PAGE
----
Now I like to be prepared as I find that this enables you to portray confidence. So in the weeks before the shoot my wife and I went to both locations and mapped out a number possibilities to try. Thus meant that the pre-shoot also ran smoothly as we moved from location to location.

I have shot previously with this tree and the couple absolutely loved it.

The other advantage of shooting at a location you plan to use is that it gives you time to work out what is the best way to move around it, and see any issues that you might face. The reality is that on the day it is very easy to get so caught up in the shoot that these can be missed. The walk from the tree (above) to the gate (below) was fairly downhill across grass and the area around the gate was a little muddy. This was fine when Kirsti was in jeans but would be an issue on the day. So that determined that we would shoot the date images first as the cars could drop them off right by it.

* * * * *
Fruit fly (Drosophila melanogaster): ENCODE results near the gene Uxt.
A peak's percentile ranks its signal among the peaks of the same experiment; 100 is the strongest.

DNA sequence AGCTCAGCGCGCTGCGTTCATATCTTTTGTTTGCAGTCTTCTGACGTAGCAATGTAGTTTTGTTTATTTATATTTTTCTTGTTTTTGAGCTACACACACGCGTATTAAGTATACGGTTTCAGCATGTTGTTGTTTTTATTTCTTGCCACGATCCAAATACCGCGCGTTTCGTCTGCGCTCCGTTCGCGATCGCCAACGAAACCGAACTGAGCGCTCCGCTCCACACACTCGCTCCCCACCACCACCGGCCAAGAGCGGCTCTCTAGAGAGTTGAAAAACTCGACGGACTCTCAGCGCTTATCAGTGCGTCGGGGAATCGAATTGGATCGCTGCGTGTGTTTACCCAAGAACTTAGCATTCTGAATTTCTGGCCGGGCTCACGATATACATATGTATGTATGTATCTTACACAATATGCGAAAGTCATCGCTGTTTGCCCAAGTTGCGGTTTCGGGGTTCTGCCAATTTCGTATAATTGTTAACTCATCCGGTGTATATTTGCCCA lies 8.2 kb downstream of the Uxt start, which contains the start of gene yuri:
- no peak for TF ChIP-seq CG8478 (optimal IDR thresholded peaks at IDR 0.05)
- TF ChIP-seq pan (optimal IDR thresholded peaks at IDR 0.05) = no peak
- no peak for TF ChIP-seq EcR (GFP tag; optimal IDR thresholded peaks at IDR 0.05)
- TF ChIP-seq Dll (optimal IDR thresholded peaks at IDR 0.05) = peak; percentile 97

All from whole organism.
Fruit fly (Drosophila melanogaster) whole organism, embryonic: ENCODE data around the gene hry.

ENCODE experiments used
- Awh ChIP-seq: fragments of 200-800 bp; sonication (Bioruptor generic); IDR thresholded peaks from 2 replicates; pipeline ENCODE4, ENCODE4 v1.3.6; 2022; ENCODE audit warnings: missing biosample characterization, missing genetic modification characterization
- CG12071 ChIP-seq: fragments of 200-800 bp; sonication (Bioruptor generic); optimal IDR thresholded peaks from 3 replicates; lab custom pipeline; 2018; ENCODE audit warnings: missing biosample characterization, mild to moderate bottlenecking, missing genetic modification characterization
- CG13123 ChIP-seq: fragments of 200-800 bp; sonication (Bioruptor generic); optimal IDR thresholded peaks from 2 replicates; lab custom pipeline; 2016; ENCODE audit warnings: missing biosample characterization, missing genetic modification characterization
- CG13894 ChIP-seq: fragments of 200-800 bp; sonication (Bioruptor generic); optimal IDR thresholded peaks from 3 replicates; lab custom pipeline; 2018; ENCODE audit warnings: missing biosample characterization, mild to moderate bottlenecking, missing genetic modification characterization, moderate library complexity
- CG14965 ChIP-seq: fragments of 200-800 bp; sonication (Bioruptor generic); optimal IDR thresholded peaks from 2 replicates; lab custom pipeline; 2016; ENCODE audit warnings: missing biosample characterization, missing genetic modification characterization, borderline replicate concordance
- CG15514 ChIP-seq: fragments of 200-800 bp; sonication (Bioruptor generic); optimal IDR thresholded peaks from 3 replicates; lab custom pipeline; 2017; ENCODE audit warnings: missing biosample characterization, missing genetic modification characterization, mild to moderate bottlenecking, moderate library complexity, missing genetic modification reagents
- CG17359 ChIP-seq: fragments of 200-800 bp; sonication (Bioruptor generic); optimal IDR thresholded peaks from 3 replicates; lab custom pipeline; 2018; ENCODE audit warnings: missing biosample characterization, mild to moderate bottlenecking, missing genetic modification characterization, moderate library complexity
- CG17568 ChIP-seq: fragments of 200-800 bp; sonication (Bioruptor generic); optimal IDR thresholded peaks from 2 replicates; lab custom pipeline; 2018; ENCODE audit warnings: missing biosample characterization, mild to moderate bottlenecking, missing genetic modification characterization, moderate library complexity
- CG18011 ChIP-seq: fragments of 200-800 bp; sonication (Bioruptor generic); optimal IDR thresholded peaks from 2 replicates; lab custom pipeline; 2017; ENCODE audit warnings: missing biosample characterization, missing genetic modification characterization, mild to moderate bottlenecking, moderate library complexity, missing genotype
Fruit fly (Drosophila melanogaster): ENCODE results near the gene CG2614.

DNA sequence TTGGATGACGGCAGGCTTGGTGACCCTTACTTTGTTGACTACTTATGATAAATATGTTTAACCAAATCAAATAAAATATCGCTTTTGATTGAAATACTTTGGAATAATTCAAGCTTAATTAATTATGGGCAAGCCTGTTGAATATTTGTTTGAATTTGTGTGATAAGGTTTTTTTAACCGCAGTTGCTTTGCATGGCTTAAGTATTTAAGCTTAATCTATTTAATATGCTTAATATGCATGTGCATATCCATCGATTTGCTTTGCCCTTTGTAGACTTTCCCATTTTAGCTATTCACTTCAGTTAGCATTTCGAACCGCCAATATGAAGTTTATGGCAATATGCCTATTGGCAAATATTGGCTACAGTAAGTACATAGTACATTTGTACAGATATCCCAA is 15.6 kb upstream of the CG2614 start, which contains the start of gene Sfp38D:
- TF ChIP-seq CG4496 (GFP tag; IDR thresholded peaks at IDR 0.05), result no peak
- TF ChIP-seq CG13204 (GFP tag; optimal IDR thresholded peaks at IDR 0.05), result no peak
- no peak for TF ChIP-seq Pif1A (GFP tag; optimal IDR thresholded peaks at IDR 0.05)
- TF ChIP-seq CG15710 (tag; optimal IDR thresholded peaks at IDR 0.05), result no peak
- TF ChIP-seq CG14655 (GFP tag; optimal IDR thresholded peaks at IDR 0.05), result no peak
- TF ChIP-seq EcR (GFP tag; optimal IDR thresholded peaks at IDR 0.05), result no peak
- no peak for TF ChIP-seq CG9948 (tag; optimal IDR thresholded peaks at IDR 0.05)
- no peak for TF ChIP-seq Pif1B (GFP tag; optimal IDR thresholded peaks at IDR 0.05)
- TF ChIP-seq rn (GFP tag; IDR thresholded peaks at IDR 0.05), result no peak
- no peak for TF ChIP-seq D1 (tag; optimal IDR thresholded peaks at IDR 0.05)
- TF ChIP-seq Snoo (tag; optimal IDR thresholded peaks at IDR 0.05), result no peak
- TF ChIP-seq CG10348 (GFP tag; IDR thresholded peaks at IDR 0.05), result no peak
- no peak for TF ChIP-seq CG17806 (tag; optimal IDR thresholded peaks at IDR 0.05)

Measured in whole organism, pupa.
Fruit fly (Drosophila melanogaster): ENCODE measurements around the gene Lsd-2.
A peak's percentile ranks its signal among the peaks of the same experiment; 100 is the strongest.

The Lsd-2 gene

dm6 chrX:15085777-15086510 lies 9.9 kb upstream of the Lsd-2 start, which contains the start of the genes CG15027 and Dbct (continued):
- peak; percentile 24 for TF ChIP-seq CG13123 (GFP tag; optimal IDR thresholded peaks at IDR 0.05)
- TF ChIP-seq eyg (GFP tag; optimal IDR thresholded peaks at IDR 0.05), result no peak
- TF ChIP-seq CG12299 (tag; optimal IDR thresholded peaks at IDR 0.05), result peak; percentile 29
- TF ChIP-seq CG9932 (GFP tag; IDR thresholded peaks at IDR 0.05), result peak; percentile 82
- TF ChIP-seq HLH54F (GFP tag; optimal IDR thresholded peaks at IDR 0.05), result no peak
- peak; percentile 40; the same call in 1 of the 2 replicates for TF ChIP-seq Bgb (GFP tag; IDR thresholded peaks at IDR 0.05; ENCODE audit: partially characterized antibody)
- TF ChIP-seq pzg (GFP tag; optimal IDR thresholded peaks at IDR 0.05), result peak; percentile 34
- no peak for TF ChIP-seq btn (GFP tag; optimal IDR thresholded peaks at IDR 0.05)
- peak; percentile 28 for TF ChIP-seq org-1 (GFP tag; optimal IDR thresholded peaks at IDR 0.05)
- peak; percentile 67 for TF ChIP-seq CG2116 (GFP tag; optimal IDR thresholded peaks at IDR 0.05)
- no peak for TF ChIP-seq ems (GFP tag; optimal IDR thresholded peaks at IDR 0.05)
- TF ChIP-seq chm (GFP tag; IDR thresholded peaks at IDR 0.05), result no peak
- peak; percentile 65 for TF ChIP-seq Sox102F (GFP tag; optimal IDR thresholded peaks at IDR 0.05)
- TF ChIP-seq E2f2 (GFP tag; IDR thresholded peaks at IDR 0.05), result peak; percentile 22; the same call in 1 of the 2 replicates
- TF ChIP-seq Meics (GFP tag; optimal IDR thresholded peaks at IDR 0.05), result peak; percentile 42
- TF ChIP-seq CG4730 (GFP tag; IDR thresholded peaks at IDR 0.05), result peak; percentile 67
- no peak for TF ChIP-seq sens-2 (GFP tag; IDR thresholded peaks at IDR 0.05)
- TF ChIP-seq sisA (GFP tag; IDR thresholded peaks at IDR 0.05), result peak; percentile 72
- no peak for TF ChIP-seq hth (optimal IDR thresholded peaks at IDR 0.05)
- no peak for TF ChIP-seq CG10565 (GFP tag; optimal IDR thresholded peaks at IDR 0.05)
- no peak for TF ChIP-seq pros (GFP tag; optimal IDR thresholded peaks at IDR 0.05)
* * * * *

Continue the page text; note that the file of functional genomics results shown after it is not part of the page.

The gate actually separates the park from a camping ground and the road is actually on private land. Therefore I needed to get permission, however that was easily given.

We then moved up the reception location and again moved through the various areas that I had sped out earlier.

They both loved the image taken on this bridge.

In total we spent about two hours going through the areas that I had scoped, which was time really well spent. It enabled be to know what gear that I needed to bring and while the light was different to actual day, it prepared me.

reaction to shoot with Heaven (NSFW)

This is a somewhat unusual post, in that it is not about a photographic session that was run, but rather the reaction that occurred when the images were posted on Facebook. So in someways it is a little bit of a rant.